The reason why I mention this is because the concept of local missions is something that is not talked about, it is not acted upon.  When the going gets tough, the church would rather cut the salary of the pastor, then cut the salary of the missionaries.  If you do not have a pastor, eventually you will not have church and you will ultimately not have missionaries to support.  The order of giving needs to be reversed.  Make sure the pastor is supplied so that he will be able to minister to the church without the burden of looking for a second job.   Many pastors do not feel that they are able to minister the way that they feel like they could because they are constantly barely breathing from paycheck to paycheck.  The other aspect is that long term, they have very little to invest in retirement or none at all.  After a recent survey only about 6% of pastor have something for retirement.

The Bi-Vocational Pastor

Finally, pastors need to understand that most likely this economic crisis is going to happen.  There is a significant evidence in our own churches, that the people are not giving as much as they did even 10 years ago. Since this is potentially going to happen, I would encourage you to consider starting a business, building a trade, and building your skills.  The reason why I say starting a business as opposed to working a job, is that this gives you flexibility, but it also gives you the ability to impact your community by getting into their homes.  This is something that you also need to start encouraging your young men in your church who are considering going into the ministry.  If these thoughts are started now, you will be ahead of the game when this financial collapse starts to significantly pick up pace in the next few years.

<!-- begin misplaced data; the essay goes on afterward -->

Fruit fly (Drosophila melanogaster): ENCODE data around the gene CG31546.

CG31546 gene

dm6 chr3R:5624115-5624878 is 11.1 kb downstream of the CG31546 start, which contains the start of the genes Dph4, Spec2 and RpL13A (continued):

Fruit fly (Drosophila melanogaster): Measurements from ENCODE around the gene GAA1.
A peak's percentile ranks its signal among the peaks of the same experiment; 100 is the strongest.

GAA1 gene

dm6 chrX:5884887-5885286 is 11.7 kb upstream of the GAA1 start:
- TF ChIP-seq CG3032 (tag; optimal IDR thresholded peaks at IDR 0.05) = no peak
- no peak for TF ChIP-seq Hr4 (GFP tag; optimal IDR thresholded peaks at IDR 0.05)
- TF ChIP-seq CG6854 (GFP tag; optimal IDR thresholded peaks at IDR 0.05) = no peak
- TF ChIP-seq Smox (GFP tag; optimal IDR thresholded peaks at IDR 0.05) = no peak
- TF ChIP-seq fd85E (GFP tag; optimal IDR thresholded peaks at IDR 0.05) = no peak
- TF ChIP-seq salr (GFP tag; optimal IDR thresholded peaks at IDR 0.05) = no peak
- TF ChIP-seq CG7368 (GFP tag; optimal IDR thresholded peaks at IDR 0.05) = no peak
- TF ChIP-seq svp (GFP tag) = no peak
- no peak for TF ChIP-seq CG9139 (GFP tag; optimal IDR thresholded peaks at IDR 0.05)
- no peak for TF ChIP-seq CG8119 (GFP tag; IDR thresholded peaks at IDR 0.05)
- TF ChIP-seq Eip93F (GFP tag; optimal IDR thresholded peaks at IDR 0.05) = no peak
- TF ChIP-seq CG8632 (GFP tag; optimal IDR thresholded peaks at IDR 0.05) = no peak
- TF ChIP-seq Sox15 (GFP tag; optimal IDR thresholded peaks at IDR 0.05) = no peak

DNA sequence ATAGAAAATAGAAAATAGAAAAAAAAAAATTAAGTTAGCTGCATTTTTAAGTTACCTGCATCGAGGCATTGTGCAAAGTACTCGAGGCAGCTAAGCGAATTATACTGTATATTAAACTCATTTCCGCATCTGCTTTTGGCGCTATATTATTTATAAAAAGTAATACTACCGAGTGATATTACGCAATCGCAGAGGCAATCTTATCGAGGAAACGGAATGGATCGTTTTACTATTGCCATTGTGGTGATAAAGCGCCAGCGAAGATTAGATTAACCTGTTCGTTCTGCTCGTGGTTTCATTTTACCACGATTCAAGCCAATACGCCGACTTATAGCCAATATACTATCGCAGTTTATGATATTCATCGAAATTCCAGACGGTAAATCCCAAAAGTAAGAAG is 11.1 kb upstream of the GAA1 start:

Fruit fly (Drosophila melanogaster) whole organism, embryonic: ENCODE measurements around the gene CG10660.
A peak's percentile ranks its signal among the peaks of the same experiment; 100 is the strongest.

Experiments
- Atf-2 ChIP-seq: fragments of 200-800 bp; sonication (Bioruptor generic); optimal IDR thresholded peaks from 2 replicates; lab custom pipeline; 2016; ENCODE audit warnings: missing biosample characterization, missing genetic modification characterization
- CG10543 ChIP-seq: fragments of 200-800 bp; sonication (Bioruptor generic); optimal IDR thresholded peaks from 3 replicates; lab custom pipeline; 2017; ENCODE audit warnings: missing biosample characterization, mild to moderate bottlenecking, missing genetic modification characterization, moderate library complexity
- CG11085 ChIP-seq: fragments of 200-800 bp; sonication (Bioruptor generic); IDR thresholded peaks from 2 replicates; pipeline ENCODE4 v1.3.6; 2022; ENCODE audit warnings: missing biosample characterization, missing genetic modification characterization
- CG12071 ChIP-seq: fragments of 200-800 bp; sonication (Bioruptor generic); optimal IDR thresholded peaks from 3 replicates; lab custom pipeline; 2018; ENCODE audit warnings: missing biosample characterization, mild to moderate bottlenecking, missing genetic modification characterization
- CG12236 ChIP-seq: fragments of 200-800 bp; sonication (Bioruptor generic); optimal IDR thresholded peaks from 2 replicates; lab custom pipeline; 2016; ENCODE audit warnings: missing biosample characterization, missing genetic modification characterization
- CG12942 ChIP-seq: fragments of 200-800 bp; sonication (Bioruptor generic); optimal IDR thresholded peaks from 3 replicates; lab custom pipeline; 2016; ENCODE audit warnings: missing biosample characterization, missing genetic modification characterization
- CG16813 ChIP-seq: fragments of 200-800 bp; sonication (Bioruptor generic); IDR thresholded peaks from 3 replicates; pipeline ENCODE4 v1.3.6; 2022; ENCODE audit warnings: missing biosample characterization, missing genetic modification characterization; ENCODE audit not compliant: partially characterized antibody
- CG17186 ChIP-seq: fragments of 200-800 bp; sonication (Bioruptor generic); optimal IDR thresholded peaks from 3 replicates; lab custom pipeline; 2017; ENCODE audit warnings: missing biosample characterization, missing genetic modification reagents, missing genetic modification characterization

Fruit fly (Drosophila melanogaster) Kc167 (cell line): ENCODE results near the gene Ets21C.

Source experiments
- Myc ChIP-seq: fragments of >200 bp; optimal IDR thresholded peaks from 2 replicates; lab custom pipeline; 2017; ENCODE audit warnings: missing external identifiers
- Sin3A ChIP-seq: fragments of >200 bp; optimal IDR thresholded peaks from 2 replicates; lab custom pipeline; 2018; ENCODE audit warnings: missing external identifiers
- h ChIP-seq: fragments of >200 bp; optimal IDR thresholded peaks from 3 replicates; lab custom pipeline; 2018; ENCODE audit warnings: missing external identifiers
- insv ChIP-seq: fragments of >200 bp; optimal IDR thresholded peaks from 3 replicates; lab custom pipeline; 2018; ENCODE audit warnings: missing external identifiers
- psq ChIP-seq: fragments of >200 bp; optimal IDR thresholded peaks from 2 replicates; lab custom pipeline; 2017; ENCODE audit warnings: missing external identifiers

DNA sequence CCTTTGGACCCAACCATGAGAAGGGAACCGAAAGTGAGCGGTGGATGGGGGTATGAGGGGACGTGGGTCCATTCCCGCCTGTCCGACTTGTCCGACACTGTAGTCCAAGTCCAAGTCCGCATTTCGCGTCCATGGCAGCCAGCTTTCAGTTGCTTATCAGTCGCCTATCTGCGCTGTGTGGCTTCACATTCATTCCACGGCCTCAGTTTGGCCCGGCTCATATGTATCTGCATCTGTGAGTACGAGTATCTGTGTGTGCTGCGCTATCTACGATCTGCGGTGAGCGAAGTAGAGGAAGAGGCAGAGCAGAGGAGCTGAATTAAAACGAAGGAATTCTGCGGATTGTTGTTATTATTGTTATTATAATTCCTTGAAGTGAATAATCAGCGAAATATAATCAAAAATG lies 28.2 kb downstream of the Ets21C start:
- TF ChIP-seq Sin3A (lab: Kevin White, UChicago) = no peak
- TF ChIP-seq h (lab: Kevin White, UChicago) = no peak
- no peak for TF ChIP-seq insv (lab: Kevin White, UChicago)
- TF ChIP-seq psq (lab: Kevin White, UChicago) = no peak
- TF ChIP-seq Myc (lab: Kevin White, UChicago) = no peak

I have had some lay people and other Christians who have been angry at me for this idea for taking the pastor away from the ministry. However, it comes down to the thought of knowing why you believe what you believe.  It is very obvious from Scripture that many if not all of the apostles had a business. Paul was a tent maker, Peter was a fisherman, Luke was a physician.  Paul had to sell tents, and most likely was able to impact more people’s life for the Lord, because of the tent making business he had.